For true purists, and those for whom even the 39mm dimensions of the Black Bay Fifty-Eight are too overwhelming, Tudor now offers (as of Watches & Wonders 2023) the Black Bay Fifty-Four, which resurrects the original 37mm sizing of the fondly remembered Oyster Prince model from 1954 (Ref. 7922). The vintage model was a dive watch supplied to the French Navy and the granddaddy of all the Tudor dive watches that have lent inspiration to the modern Black Bay collection. At just 11.24mm thick in stainless steel, and topped with a unidirectional bezel sans hash marks — a nod to the early days of SCUBA diving and early watches for divers — Tudor calls the Black Bay Fifty-Four “the purest modern expression of the brand’s first-ever dive watch.” Inside the 200-meter water resistant case beats the automatic Tudor Caliber MT5400, with a COSC chronometer certification and a 70-hour power reserve. Both versions of the watch, on either a riveted bracelet or a rubber strap, feature the same exclusive “T-Fit” adjustment mechanism that enhances the wearing experience of other Black Bay watches.
Price: $4,600, Case Size: 36mm, Thickness: 12.21mm, Lug to Lug: 42.41mm, Crystal: Sapphire, Water Resistance: 300 meters, Movement: Automatic Oris 733 (Sellita SW 200-1 base)
Breitling revamped its Superocean dive watch collection in 2022 by channeling the aesthetic spirit of a chronograph model that it made in the 1960s and ‘70s, nicknamed by enthusiasts the “Slow Motion” edition. Like that historical predecessor, the new Superoceans feature a distinctive square-paddle-shaped hand for the minutes, plus new high-contrast minute rings around the dial and thinner ceramic inlays for the dive-scale bezel. The models in the versatile 36mm size speak to both men and ladies with their “beach to boardroom” style, with 300-meter water resistance and a bright array of colorways. The steel cases of the unisex watches contain the Sellita-based Breitling Caliber 17, with a COSC chronometer certification and a 38-hour power reserve, and are mounted on either a sporty, color-coordinated rubber strap or a steel link bracelet.
Price: $6,700, Case Size: 39.5mm, Thickness: 14.2mm, Lug width: 19mm, Crystal: Sapphire, Water Resistance: 600 meters, Movement: Automatic Omega Caliber 8800
Starting out as an uncommonly water-resistant gents’ watch in 1948, welcoming its first purpose-built divers’ watch in 1957, and becoming the official watch of James Bond with the introduction of the tough, stylish Seamaster Diver in the 1990s, the Omega Seamaster collection has grown into a diverse product family. In the 21st Century it has added the dressier, more genteel Aqua Terra line and the Planet Ocean models, the latter positioned from the start as modern dive watches that embraced both sporty utility and luxury. Drawing some of its influences from a 1960s Seamaster model, the Planet Ocean is distinguished from the Diver models in several respects: the coin-edged, unidirectional bezel with an aluminum (now ceramic) insert, the matte black dial with Arabic numerals at 12, 6, and 9 and arrowhead hour and minute hands, the helium-release valve at 10 o’clock, and, most significantly from a diving standpoint, a water resistance of 600 meters, double the rating of the Seamaster Diver. The most “unisex” iteration of the Planet Ocean has a 39.5mm case (an even more modest 37.5mm version is also available) and contains the Omega co-axial Master Chronometer Caliber 8800.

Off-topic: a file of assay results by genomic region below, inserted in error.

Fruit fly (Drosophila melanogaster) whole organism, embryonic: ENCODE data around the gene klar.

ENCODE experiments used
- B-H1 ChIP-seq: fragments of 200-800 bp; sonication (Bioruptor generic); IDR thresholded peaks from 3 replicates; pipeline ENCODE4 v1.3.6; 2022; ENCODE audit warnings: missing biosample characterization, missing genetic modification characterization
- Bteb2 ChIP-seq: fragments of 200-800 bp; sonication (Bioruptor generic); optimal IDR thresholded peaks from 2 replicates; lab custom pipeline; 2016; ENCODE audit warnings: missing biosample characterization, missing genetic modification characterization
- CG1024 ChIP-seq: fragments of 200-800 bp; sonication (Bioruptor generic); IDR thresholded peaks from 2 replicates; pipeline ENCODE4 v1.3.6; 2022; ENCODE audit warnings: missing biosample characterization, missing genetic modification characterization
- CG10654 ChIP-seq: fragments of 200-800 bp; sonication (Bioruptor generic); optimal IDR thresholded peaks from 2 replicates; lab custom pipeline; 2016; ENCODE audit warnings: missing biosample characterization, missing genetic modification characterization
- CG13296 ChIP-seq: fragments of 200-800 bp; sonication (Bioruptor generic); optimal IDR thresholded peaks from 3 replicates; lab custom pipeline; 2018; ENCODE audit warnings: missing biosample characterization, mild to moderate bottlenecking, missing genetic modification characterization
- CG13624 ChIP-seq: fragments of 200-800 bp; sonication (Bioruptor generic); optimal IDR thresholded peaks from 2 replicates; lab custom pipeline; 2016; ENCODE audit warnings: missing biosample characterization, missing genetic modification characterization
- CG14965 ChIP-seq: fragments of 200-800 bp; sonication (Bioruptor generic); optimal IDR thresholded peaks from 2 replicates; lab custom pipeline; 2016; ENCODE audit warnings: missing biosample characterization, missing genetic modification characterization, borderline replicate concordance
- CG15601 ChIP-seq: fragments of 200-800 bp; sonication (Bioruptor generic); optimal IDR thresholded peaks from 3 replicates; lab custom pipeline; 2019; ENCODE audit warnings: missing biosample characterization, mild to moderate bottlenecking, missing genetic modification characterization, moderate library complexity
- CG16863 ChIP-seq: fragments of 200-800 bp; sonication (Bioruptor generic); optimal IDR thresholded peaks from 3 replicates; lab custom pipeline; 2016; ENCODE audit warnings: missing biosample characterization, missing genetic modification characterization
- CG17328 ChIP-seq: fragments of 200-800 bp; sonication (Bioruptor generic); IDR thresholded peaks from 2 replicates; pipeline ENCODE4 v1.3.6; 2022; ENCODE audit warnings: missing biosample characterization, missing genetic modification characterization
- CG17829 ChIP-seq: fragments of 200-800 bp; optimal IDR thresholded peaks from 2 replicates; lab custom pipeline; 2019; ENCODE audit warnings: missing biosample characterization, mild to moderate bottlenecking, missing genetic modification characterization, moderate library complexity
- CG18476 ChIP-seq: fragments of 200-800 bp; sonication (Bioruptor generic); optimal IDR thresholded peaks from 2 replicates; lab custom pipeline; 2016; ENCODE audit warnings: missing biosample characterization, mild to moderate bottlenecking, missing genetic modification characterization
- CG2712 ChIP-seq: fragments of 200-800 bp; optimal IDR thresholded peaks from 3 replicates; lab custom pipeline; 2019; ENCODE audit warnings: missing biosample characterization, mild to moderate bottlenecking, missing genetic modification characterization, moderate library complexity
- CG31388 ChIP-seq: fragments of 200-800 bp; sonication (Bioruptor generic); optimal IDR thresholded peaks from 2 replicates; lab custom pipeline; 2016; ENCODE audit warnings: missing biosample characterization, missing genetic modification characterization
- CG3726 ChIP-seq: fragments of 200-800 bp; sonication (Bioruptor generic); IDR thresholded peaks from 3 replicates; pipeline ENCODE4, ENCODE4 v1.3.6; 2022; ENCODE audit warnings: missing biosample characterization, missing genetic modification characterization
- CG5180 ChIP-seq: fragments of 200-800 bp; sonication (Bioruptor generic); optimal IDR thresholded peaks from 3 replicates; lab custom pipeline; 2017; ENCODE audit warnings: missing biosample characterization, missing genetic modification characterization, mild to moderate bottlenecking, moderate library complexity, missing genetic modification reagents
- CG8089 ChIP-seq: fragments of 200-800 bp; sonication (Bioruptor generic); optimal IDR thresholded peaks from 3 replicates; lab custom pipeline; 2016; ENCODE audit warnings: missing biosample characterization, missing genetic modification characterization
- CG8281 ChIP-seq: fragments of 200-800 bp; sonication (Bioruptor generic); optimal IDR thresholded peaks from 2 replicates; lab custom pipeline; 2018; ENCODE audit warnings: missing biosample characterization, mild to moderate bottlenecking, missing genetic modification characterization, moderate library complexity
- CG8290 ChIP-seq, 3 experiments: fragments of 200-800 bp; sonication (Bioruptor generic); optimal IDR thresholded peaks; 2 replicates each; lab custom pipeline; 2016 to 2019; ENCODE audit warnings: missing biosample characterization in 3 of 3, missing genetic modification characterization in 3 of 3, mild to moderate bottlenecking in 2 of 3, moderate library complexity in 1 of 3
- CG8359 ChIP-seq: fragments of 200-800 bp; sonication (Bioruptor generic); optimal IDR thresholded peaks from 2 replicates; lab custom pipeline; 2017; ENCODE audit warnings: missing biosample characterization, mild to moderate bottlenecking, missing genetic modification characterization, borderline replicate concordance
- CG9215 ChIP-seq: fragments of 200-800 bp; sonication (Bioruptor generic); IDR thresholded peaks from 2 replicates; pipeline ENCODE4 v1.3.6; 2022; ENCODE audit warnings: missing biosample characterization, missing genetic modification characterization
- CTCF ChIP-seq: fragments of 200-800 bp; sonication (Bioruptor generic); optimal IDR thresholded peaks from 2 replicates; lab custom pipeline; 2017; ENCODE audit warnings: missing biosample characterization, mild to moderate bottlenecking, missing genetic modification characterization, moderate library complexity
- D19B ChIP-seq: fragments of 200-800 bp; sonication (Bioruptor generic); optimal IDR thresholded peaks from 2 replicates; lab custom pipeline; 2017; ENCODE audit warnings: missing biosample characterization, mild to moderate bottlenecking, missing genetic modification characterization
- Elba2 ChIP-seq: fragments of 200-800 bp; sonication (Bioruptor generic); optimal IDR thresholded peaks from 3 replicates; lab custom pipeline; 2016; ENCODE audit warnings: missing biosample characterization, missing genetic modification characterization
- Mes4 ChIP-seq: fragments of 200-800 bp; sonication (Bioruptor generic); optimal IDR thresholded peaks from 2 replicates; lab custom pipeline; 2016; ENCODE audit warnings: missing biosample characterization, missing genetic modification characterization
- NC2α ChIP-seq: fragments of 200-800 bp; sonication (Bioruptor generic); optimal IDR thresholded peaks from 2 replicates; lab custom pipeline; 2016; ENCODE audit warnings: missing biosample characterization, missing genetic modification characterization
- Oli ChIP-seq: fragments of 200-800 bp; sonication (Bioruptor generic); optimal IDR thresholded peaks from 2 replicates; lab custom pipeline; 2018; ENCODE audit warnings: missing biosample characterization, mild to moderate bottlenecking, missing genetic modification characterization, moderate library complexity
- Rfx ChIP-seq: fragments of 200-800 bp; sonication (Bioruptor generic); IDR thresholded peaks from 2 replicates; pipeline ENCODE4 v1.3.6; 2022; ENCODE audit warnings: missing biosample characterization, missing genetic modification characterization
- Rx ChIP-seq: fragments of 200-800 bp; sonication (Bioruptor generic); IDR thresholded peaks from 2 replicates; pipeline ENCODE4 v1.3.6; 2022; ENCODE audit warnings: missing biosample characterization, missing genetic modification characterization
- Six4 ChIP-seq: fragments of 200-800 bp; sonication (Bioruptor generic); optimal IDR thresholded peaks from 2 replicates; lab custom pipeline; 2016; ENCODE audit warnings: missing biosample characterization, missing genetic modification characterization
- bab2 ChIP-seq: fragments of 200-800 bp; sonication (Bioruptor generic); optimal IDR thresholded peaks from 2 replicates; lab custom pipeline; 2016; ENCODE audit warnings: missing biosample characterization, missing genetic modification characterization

Price: $9,500 - $11,900, Case Size: 38mm, Case Thickness: 10.8mm, Lug Width: 20mm, Crystal: Sapphire, Water Resistance: 200 meters, Movement: Automatic Caliber 1150
The Blancpain Fifty Fathoms, introduced in 1953, is regarded as the first modern divers’ watch, establishing the template for all the others. Today it’s the foundation for a vast and versatile collection within the Blancpain portfolio; as of 2013, that collection has included the Bathyscaphe family, named for the undersea vehicle invented by Auguste Piccard and offering a more vintage-style aesthetic as well as a more widely wearable alternative to the rather massive Fifty Fathoms, which clocks in at 45mm. The first 38mm Bathyscaphe, which debuted alongside the main 43mm model, was clearly targeted at ladies with its all-white colorway, but subsequent models, like those with steel cases and either black or ocean-inspired “Abyss Blue” dials, are decidedly more unisex to reflect changing tastes among watch consumers. The automatic movement inside the smaller Bathyscaphe, is Blancpain’s in-house Caliber 1150, which offers a lengthy 100-hour power reserve in its twin barrels.
Price: $10,200, Case Size: 39.5mm, Thickness: 12.15mm, Lug Width: 20mm, Water Resistance: 200m, Crystal: Sapphire, Movement: Automatic Caliber 39-11
The SeaQ dive watch hails from Glashütte Original’s Spezialist collection of sport-luxury timepieces inspired by the Spezimatic Type RP TS 200, a watch developed by the German brand’s ancestor, the Cold War-era, state-owned Glashütte Uhrenbetriebe (GUB) for recreational divers and released in 1969. Its stainless-steel case measures a modest 39.5 mm in diameter and has an assortment of polished and brushed finishes. Both the dial and the ceramic inlay of the unidirectional rotating dive-scale bezel on this model are in a rich “reed green” color developed by the brand. Like its brethren in the Spezialist collection, the SeaQ meets the (German) DIN 8306 and (international) ISO 6425 standards for dive watches, and its solid engraved caseback protects the in-house Glashütte Original Caliber 39-11, with its 40-hour power reserve, from water pressures down to 200 meters.